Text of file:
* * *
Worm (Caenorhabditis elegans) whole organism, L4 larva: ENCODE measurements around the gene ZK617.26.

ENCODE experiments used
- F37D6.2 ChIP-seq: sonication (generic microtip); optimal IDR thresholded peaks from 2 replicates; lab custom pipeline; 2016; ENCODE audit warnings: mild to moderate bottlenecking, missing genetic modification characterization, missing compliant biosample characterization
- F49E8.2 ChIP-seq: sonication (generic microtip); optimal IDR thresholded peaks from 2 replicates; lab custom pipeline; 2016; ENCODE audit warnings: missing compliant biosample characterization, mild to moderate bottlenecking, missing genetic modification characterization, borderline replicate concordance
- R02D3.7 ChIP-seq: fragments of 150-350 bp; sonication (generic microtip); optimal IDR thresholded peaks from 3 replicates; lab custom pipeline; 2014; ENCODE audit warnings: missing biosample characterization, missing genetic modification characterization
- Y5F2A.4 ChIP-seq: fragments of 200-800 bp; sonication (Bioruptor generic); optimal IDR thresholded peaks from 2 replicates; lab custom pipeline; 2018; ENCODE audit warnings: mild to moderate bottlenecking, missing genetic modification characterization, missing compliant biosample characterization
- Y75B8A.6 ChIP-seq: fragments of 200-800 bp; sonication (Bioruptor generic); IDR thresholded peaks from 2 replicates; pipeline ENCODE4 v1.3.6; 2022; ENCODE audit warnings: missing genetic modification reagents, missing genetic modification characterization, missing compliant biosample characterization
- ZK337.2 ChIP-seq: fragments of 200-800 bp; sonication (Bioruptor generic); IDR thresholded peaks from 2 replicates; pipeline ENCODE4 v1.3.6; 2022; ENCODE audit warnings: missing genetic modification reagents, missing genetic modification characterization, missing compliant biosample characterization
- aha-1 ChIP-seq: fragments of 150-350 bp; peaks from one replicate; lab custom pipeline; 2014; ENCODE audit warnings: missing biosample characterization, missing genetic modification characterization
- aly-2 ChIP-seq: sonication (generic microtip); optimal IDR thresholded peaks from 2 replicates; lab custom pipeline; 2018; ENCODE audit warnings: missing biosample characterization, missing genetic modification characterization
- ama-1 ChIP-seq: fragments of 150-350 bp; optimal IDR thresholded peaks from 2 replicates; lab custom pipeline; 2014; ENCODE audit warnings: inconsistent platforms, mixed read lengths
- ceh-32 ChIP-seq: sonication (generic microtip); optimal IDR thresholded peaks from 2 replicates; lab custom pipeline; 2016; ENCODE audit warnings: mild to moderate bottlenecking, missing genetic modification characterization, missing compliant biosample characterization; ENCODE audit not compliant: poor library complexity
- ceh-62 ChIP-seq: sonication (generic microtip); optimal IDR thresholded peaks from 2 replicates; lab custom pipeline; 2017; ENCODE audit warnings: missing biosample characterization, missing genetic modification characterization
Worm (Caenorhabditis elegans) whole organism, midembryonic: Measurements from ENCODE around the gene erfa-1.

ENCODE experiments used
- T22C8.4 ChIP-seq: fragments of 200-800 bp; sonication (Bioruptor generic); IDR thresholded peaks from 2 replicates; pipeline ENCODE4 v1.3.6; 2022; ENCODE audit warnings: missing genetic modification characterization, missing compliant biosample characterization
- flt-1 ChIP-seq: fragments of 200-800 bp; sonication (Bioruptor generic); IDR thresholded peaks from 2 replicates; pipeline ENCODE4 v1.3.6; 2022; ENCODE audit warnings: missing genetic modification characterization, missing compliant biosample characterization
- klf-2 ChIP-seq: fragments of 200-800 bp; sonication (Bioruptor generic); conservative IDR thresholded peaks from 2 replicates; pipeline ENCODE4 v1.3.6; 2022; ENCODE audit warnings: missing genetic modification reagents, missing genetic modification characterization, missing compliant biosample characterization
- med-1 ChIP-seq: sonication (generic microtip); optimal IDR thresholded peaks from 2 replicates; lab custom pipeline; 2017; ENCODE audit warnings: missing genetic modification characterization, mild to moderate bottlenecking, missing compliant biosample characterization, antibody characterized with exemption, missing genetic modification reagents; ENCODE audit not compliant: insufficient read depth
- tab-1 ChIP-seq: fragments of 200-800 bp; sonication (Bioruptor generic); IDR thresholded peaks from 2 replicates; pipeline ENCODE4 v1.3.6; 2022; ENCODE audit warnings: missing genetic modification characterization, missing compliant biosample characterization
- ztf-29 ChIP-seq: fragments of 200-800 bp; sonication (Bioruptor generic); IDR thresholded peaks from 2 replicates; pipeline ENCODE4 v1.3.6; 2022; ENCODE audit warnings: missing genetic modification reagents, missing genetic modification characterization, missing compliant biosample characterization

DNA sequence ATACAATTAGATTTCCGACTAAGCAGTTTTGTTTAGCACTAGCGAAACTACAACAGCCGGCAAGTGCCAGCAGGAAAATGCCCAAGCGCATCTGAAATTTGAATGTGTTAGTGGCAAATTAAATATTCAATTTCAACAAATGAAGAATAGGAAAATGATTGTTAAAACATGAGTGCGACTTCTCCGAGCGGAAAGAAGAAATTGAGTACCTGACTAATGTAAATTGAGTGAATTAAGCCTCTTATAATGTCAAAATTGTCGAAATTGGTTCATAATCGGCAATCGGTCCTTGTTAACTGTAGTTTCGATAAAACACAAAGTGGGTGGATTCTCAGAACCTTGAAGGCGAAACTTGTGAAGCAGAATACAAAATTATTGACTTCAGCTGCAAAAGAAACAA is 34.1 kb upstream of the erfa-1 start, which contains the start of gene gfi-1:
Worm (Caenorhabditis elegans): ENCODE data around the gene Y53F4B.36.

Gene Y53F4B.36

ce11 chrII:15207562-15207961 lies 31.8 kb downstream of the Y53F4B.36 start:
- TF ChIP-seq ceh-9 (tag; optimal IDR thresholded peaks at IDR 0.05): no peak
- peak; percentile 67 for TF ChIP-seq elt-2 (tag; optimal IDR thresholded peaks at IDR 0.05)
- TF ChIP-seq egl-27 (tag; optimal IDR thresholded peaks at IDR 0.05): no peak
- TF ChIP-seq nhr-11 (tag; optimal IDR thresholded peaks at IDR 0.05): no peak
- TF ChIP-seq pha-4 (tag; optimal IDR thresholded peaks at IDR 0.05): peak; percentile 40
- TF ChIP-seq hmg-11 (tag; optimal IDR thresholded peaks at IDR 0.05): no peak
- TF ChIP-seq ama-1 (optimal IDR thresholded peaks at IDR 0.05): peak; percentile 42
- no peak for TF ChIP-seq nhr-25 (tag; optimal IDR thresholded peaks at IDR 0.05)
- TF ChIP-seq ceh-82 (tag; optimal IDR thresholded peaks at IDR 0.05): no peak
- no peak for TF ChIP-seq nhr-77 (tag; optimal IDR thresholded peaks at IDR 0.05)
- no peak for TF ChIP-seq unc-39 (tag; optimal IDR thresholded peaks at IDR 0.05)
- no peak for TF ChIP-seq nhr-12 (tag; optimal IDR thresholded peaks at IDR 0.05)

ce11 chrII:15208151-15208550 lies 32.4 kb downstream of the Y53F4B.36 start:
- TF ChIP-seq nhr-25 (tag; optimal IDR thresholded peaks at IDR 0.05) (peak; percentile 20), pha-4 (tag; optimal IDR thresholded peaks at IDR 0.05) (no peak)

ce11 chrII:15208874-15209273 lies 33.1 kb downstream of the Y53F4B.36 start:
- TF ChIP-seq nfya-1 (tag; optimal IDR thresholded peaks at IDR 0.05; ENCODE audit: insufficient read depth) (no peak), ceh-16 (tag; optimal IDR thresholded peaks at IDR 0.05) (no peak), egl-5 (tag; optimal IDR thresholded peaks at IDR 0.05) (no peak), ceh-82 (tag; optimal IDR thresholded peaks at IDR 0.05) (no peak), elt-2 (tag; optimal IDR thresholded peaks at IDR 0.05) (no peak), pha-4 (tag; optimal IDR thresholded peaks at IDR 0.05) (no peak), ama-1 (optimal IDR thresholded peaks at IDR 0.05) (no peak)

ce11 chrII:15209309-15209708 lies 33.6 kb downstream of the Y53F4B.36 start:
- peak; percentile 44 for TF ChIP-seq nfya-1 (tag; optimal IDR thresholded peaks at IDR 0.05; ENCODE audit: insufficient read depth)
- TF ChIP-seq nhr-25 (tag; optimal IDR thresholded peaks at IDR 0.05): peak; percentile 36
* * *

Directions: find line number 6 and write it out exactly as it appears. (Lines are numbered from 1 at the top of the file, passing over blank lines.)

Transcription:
- Y5F2A.4 ChIP-seq: fragments of 200-800 bp; sonication (Bioruptor generic); optimal IDR thresholded peaks from 2 replicates; lab custom pipeline; 2018; ENCODE audit warnings: mild to moderate bottlenecking, missing genetic modification characterization, missing compliant biosample characterization